Outdoor Retailer: Icon flashlights and more product highlights
Icon LED Lights
A flashlight brand called Icon has a clever twist on LED technology: it uses a microprocessor that allows several levels of brightness from a single battery. In this video shot Tuesday at Outdoor Retailer Summer Market 2010 in Salt Lake City, Icon sales rep James Schoelles pitches the company's flashlights and headlamps to a potential buyer:
Gadget geeks and flashlight aficionados are no doubt aware of these lights, which are already on the market (unlike many OR products, which will show up in stores months from now), but it was the first I'd heard of them, so I figured at at least a few Trailspace readers were similarly in the dark. The headlamps look the most promising with the obvious weight benefits from having only one battery.
Irix headlamp: light output: 35/5 lumens; run time: 72 hours; weight: 3.52 ounces; battery: one AA alkaline. MSRP: $39.99
Irix II headlamp: Light output: 50/5 lumens; run time: 100 hours; weight: 3.40 ounces
battery: one AA alkaline. $29.99
Product highlights: Eureka bags, pads
Eureka is introducing two new ways to give backpackers a better night's sleep next year:
Dualis sleeping pad: Eureka joins the hybrid trend by putting a self-inflating foam pad on the bottom and an inflatable mattress on top -- comfort on one side and insulation on the other (it actually has two inflation nozzles).
DualTemp sleeping bags: This idea is catching on: fat insulation on one side and thinner insulation on the other, letting bag owners better match their bag to the current weather forecast. These semi-rectangular bags wouldn't be the first pick of backpacking purists, but the small price tag might tempt beginners to give 'em a try.
10/30 Regular: 72 x 33 x 26.5 inches; 3 lbs. 15 oz. MSRP: $99.99.
10/30 Long: 78 x 33 x 26.5 inches; 4 lbs. 4 oz., MSRP: $109.99.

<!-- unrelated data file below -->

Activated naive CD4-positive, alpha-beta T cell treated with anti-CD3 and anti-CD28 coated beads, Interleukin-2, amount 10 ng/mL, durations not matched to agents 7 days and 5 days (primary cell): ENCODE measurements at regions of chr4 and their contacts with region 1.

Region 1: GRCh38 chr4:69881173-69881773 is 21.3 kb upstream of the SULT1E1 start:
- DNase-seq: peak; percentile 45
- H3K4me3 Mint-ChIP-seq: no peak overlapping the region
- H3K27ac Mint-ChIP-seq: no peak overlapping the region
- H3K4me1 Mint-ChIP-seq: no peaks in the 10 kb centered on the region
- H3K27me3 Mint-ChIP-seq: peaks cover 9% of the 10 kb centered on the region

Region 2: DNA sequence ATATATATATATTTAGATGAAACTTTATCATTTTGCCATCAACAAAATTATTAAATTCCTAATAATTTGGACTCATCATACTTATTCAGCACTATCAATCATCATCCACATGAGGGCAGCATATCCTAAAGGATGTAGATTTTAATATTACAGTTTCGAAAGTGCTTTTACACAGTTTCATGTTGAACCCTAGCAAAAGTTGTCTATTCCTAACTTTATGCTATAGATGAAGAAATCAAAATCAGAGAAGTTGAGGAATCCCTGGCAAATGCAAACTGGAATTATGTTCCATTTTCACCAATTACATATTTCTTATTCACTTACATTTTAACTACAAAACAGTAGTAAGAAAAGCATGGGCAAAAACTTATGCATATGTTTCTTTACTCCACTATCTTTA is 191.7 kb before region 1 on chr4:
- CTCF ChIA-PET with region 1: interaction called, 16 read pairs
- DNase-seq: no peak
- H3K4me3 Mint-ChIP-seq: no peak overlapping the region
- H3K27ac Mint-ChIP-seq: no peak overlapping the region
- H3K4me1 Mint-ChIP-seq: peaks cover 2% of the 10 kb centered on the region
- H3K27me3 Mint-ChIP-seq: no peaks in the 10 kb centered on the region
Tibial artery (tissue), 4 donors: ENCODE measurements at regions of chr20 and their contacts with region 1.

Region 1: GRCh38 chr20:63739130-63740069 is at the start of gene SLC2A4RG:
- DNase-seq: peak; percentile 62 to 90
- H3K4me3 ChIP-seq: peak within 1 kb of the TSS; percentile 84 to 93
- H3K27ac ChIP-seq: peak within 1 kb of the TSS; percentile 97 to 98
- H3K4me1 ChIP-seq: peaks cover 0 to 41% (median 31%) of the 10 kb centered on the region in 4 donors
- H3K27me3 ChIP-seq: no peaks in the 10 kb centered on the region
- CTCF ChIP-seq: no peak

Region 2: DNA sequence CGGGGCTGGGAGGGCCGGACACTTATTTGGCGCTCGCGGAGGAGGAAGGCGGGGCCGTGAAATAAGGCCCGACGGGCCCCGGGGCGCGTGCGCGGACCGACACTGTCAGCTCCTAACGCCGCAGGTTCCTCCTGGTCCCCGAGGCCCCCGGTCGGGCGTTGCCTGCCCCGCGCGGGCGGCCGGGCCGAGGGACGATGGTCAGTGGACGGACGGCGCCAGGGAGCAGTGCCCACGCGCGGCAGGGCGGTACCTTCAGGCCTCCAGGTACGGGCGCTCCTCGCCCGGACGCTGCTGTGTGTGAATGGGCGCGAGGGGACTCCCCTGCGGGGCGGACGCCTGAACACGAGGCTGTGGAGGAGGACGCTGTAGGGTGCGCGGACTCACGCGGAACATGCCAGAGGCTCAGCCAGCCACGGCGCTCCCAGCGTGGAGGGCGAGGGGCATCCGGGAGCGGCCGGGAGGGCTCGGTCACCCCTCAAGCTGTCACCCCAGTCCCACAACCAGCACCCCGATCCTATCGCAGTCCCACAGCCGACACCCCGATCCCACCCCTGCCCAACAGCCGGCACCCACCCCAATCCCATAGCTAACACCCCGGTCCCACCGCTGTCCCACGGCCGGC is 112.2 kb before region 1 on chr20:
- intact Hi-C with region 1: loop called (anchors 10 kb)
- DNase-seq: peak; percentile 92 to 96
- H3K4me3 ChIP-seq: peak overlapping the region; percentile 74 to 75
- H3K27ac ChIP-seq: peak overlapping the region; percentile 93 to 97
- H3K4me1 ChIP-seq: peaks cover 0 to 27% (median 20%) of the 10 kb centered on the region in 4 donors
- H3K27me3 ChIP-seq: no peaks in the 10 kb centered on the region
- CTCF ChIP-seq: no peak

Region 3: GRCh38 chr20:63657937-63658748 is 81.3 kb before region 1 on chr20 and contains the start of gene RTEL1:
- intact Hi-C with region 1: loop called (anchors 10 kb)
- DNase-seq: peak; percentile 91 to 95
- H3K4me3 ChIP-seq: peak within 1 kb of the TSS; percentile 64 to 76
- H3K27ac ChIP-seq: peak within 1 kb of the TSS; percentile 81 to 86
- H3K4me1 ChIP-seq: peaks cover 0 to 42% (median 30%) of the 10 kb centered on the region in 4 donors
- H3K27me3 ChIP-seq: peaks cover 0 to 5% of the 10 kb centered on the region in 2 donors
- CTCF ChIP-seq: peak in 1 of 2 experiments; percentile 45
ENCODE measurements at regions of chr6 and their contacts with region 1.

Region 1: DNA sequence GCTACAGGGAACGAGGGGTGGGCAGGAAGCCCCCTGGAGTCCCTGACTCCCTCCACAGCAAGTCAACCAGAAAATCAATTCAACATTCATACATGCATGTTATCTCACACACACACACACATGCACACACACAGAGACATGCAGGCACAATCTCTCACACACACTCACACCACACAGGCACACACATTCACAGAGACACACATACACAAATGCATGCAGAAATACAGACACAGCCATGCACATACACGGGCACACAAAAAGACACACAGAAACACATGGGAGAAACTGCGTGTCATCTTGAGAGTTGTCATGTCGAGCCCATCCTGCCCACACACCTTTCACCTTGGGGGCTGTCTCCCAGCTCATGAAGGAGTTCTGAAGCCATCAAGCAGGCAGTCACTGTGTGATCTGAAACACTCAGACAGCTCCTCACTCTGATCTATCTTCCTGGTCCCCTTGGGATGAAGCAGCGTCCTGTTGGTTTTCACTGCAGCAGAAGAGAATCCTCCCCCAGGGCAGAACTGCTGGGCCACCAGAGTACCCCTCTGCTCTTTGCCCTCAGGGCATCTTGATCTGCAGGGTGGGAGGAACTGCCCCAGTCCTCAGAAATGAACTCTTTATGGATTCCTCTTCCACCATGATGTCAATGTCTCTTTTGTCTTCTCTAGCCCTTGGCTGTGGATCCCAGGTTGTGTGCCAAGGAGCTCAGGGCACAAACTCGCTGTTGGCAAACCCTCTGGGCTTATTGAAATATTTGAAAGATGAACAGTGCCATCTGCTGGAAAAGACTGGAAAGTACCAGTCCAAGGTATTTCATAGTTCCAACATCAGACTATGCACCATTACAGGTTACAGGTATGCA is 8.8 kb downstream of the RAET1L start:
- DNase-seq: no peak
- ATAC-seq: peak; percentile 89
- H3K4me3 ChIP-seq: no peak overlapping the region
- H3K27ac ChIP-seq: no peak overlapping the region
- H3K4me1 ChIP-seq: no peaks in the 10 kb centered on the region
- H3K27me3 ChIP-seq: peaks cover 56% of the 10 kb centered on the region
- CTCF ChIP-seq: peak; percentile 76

20/40 Regular: 72 x 33 x 26.5 inches; 3 lbs. 6 oz. MSRP: $89.99.
20/40 Long: 78 x 33 x 26.5 inches; 3 lbs. 11 oz. MSRP: $99.99.
Columbia "Ultra-breathable" fabric
Columbia Sportswear has an upgraded version of its Omni-Dry technology, designed to best the performance of all the "waterproof/breathable" fabrics out there. History has taught gear-watchers to look askance at all such claims, but this video with Adrienne Moser, Columbia's GM of apparel merchandising, shows an experimental demo that is at the very least intriguing.
Each of these little containers has air forced through the fabric and water droplets representing the waterproof side -- the one on the left with the most bubbles represents the new Omni-Dry technology; the one in the middle is the current Omni-Dry; the right is Gore-Tex.
Even if this new technology works as claimed, consumers accustomed to Columbia's mid-range prices are apt to get a touch of sticker shock: the Peak 2 Peak Jacket (men's) and Peak Power Shell (women's) will retail at $350 when the new line arrives in spring 2011.
Columbia also is adding an entire line of bug-repellent clothing, from infants to adults. Insect Blocker is described as a "synthetic version of an insect protection found in certain types of flowers" that should retain 90 percent of its effectiveness after 50 washings. Look for "Bug Shield" in the product titles when they start showing up next spring.
Coleman camp soap, bug fighters
Coleman is beefing up its bug-fighting efforts, launched last year in a partnership with Wisconsin Pharmacal, maker of StingEze, Potable Aqua, and a bunch more health-related items for the outdoors.
Additions include a 40 percent Deet spray and the Gear and Clothing Insect Treatment (both $6.99), a Yard & Camp Fogger ($7.99), and a Citronella Lantern modeled on the classic Coleman North Star lantern ($8.99).
I'm a sucker for anything handy that costs under five bucks, so I can't help but include Coleman's 50-sheet package of dehydrated Camp Soap ($3.99). It's good for washing hands, hair, dishes -- just about anything dirty. All these are already in stores.
Thorlo: skiing with recycled water bottles
Thorlo and its competitors are fortunate that a few very hardy fibers (Coolmax, for instance) allow them to build socks that are all but bulletproof. Why mess with a winner? Well, like just about everybody making outdoor apparel these days, Thorlo is looking for ways to turn today's trash into tomorrow's products.
Thorlo's contribution is called Thor-Wick, made from chips of plastic from water bottles that are molded into little pellets, converted into fibers, and spun into thread. The new yarn will be used in Thorlo's reinvented collection of socks for skiers and snowboarders.
The ski/snowboard socks, which will be on the shelves in October, follow Thorlo's usual design philosophy of adding padding at key contact points. Using recycled plastic (often called PET) bottles, the company also conserves landfill space and the reduces energy required to produce yarns from their original sources.